This month’s topic is favorite conventions, and I can honestly say I haven’t been to a convention or conference I didn’t enjoy, whether in person or online. However, there is one convention I have been going to for more years than I can remember: BayCon. The best thing about each year is being surrounded with people who share my love not just of reading but of thinking great thoughts. Science fiction conventions are home to people from a wide variety of backgrounds, but the majority, at least, are open to discussion and exploration. BayCon has a lot in common with a college campus except that there are no grades, and anyone can be a teacher or student at any moment, and sometimes both.
The first year I went, I’ll admit to finding it all a little overwhelming. The hotel was thick with people I didn’t know, I was trying to see too much, and I was frustrated at all I was missing. At the same time, the panels I went to were fascinating, and I ended up in several hallway discussions with random people that were equally so, often a continuation of the panel that spilled out afterwards.
If the first impression had held, I probably wouldn’t have come back, but it was the second part that lingered, making me eager for the next year and every one after that.
I have submitted stories for the critique sessions and met authors I have the good fortune to call friends now, I have acted as a mentor in the critique sessions, and have been a panelist in the last umpteen years. I’ve seen almost all sides of the convention (having never been a gopher or staff), and I’ve found much of value in each aspect. Whether inspiring interesting thoughts, learning something new, or triggering an idea for one of my books, BayCon is a thriving, creative environment. I may not be into costuming anymore, but I enjoy the efforts of those who are. The art room is a delight, and the filking brings forth many a smile.
This is a kaleidoscope of activity, colors, lights, and sounds with something at almost every hour, and often more than one something. Sure, some of that frustration about what I’m missing continues to plague me every year, but it’s not for a lack of things to do. Daytime offers panels, presentations, demonstrations, hands-on crafts, the dealer’s room, the art room, and readings while the night hours are more often music, movies, and the parties where all sorts of discussions may occur (and sometimes there are Legos to build with). I’m sure I’m forgetting some things, like the Regency dances which are great fun and good exercise all in one, but this should give you a sense of what’s available.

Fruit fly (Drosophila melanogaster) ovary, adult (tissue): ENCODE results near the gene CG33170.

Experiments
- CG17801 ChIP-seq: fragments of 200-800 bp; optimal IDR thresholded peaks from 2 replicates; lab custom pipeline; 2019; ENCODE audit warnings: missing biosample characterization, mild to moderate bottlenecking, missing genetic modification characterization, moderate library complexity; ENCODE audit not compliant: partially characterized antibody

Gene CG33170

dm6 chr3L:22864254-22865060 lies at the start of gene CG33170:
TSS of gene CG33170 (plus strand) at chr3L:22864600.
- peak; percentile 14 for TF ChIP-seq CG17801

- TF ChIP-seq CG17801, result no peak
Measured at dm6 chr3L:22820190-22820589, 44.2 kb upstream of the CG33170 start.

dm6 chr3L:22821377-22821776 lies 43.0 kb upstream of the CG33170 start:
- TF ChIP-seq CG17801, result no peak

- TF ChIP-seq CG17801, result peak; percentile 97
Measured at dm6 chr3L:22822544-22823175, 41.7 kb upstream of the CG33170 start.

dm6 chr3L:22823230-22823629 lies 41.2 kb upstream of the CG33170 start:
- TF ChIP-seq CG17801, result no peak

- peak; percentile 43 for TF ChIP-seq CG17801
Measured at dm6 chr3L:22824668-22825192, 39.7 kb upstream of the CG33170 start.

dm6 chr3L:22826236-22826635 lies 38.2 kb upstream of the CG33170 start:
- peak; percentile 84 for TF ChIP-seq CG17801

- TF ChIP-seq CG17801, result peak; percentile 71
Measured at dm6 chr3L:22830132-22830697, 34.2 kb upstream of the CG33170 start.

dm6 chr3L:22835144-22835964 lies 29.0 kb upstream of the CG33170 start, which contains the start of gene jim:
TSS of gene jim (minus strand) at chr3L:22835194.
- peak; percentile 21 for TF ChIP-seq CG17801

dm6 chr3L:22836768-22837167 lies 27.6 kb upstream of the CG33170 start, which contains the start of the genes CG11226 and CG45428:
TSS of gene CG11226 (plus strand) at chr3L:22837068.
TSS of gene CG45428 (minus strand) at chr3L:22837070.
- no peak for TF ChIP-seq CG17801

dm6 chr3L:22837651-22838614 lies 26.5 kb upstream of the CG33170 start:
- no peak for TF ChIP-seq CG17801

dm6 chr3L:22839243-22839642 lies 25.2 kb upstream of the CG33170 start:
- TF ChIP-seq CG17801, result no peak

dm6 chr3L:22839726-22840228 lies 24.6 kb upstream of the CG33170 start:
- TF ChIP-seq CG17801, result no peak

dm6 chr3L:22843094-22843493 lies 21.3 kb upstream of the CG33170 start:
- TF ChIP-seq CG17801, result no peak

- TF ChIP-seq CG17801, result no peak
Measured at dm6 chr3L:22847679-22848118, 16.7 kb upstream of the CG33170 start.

I’ve watched sword demonstrations; played croquet with flamingos; marveled at t-shirts, books, jewelry, stuffed animals, and art, sometimes taking some home; seen space demonstrations; discussed video gaming and books for the younger crowd; learned about cultures; joined in on future predictions; talked about publishing both before taking the indie step and since; and so much more. The efforts by those running a convention are immense and occur long before the actual weekend. I’ve seen one aspect of it in running the tech side of an online writing convention, Muse Online, so have nothing but respect for those who take the time and energy to put together such a great event.
While I consider BayCon my “home” convention, as I mentioned above, I’ve been to a good number of other conventions and have found the same welcome. It’s like coming home to a place where imagination is rewarded and questioning is encouraged. One of the tips for panel moderators at BayCon is not to assume the folks in the audience are any less informed on the topic than the panelists. While an organized setup is useful to avoid chaos or one person (from either side of the table) pontificating, the best panels become a discussion with everyone participating, one that often exposes aspects not previously considered.
If you enjoy science fiction, fantasy, and horror, check your local area for any conventions nearby. You might be amazed at how comfortable you find them.
While BayCon has educational aspects, the main focus and attraction for me is spending time with folks who are open and willing to learn while sharing their love of the genre through many different approaches. Whatever your genre preference, look around and see what conferences and/or conventions are available. While I’ve never been to one, I’ve heard good things about the Romance Writer of America chapter convention, and I know there are ones specifically for horror as well. In the Bay Area, there are separate steampunk, gaming, and anime conventions as well as additional science fiction conventions, such as Convolution; or those that move between cities or even countries, including Westercon, World Con, and World Fantasy, all of which I’ve attended at least once.
If you’ve never been, I’d suggest bringing a buddy to give you some comfort zone, but be open to making new friends whether for a ten-minute discussion or a lifetime. The Con Suite is a great place to find a snack and interesting conversations, or just join in an after-panel discussion (though move away from the doors as the next panel is sure to begin shortly).
What conventions have you been to? Do you have a tip or two to share? If you haven’t ever gone, I’d really suggest you give it a try.
Today’s post was inspired by the topic “Favorite conventions or events” — April’s topic in Forward Motion’s Merry-Go-Round Blog Tour. Links to additional posts in the series will be added below:
Connie talks about favorite conventions of many types, including one of her own invention: http://conniesrandomthoughts.com/2016/04/favorite-conventions-and-events-merry-go-round-blog-tour/